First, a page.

The original kit came with a couple of boats glued to the deck that presumably were meant to represent dories but there must have been something lost in translation by whoever built this kit. (Maybe in China?) Here is a picture taken during the early stages of the rebuild when I was trial fitting some of my initial hardware and the deck furniture was still aboard.
Original dories fitted to the model.
Since these were obviously not going to suffice, I resorted once again to the Web and was not disappointed. Dories are still being built and used to this day, although perhaps not in the same role as at the beginning of the last century.
Dory races - near Lunenburg?
Regardless, there is plenty of information to be had and if you want a full scale dory built, a shop in Lunenburg will happily oblige, with a range of sizes to suit (http://www.doryshop.com/).
But for my purposes, I was looking for plans that I could scale and came across a web site that had exactly what I was looking for. ( http://www.shearwater-boats.com/doryinst.html) And best of all, the plans were free and were accompanied by detailed build instructions.
Dory plans - assembly.
Dory plans - components.
Not surprisingly, these plans closely resembled the detail that Jenson included in his book.
Dory detail from Jenson's book.
Having availed myself of some thin (35 thou, 3-ply) plywood at a Michaels arts and crafts store, I was ready to build a couple of dories. I first scaled the plans to the required 1:44 scale, cut out the main components on heavy card stock and then traced the outlines onto the plywood.
Major components copied to card stock prior to tracing on plywood.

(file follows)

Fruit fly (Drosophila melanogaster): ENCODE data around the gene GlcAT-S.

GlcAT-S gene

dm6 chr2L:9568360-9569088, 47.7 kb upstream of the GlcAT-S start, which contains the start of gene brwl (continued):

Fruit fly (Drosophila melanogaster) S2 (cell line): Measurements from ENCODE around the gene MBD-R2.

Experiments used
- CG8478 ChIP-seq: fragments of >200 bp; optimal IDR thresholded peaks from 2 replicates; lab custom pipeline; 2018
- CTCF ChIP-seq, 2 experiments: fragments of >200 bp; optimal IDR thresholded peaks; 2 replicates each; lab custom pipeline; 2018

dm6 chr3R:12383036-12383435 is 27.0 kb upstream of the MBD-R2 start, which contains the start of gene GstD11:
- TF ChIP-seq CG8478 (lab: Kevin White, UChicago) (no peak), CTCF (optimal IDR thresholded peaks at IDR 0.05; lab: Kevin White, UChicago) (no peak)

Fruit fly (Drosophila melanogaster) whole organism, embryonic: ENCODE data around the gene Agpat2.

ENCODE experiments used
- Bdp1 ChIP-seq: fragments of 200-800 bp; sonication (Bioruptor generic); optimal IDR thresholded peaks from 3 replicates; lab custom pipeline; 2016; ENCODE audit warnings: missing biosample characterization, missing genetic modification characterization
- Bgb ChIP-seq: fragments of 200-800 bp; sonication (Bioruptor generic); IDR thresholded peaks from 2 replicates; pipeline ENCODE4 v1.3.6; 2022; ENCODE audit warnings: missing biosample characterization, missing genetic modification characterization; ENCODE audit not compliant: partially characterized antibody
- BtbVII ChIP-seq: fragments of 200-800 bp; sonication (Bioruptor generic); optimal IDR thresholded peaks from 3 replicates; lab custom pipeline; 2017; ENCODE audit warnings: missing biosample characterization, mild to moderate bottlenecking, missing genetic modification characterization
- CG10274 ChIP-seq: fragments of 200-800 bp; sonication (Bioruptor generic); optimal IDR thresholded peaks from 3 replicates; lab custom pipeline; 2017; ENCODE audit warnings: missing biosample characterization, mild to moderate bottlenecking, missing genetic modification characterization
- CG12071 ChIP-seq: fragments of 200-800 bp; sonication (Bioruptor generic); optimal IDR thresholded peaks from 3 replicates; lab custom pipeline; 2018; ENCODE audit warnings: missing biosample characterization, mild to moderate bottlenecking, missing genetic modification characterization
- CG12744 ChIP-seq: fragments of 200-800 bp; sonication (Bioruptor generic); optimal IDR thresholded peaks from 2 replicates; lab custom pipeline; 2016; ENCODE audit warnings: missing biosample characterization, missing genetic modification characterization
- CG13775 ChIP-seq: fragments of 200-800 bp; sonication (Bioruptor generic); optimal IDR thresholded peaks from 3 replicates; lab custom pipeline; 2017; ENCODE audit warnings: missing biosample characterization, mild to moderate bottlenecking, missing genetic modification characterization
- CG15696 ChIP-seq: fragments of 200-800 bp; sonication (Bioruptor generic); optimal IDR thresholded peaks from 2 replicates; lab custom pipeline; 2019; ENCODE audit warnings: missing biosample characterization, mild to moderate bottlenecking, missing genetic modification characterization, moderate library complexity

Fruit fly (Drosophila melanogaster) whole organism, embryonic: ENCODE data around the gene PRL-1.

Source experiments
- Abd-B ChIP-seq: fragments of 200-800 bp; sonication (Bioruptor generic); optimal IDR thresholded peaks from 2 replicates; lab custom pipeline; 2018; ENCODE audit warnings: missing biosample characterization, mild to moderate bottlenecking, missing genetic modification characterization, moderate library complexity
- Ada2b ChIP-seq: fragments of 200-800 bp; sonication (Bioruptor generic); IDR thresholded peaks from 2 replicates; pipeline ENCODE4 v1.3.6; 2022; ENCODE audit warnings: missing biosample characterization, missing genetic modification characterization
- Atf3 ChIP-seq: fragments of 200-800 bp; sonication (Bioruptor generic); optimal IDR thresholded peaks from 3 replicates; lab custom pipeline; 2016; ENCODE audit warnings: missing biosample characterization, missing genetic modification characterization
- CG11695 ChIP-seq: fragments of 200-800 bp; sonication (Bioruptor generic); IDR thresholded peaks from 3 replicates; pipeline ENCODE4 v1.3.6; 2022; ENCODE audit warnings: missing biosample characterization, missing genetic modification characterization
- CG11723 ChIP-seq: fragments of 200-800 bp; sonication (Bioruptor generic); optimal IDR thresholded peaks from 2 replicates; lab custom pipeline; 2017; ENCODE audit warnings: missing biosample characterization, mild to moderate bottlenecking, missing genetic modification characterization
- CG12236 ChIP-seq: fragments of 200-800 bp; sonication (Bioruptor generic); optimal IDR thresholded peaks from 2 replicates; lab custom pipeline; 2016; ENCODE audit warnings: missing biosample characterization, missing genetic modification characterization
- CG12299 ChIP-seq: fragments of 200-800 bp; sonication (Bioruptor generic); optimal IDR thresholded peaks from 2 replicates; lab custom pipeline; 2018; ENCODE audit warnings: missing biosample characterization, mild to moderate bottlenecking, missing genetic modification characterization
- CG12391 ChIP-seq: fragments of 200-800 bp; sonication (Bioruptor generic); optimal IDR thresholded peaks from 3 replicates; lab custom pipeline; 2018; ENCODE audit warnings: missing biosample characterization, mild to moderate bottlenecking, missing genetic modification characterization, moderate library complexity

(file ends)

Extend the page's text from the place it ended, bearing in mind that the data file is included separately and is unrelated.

Once the pieces were cut from the plywood, I used gel 'super glue' to assemble them into a dory. In my initial attempt, I tried to form the curves as I glued, which did not quite work as anticipated. The resultant shape, whilst an improvement over the original version, nevertheless failed to suitably capture the curved sides.
Initial attempt at a dory - unsuccessful.
Grand Banks dories.
Using very thin plywood allows for scaling the size up or down as desired. After my first failed attempt, I scaled the plans down to test my theory that steaming and bending the plywood was the solution and was able to produce a model about two-thirds the final size.
Small feasibility model.
One issue that I had not addressed to this point were the scuppers. This was another instance where the original kit neglected to faithfully replicate the full-scale vessel. If building the hull from scratch, openings for the scuppers would merely be factored into the design, as it has been for the Bluenose II rebuild.
Scuppers - Bluenose II rebuild.
However, in my case, it was not feasible to cut roughly 80 scuppers in the rails with any degree of fidelity. particularly given the questionable material that comprised the hull. My only option was to simulate the scuppers in much the same way that I had replicated the wooden grates. So it was back to MS Word for a solution. Using Jenson's drawing as a guide, produced the diagram below. After printing and cutting out the strips, glued them to the model.
Drawing of simulated scuppers.
To blend the paper into the background, will have to cover with clear lacquer which I've yet to do.
It also strikes me that the kit builders perhaps added the thin white stripe to represent the scuppers. Regardless, there is no corresponding stripe on the rebuilt Bluenose II so I think a bit of touch-up is in order. And I doubt the original Bluenose had a gold stripe on the rail, so I'll not be adding that detail either.
And that about wraps it up. I intend to add a few work-related items to dress up the deck, such as buckets, barrels, nets and other paraphernalia, but for all intents and purposes I am satisfied with the end result as it stands now. In the next post, I will publish a set of photographs of the completed model.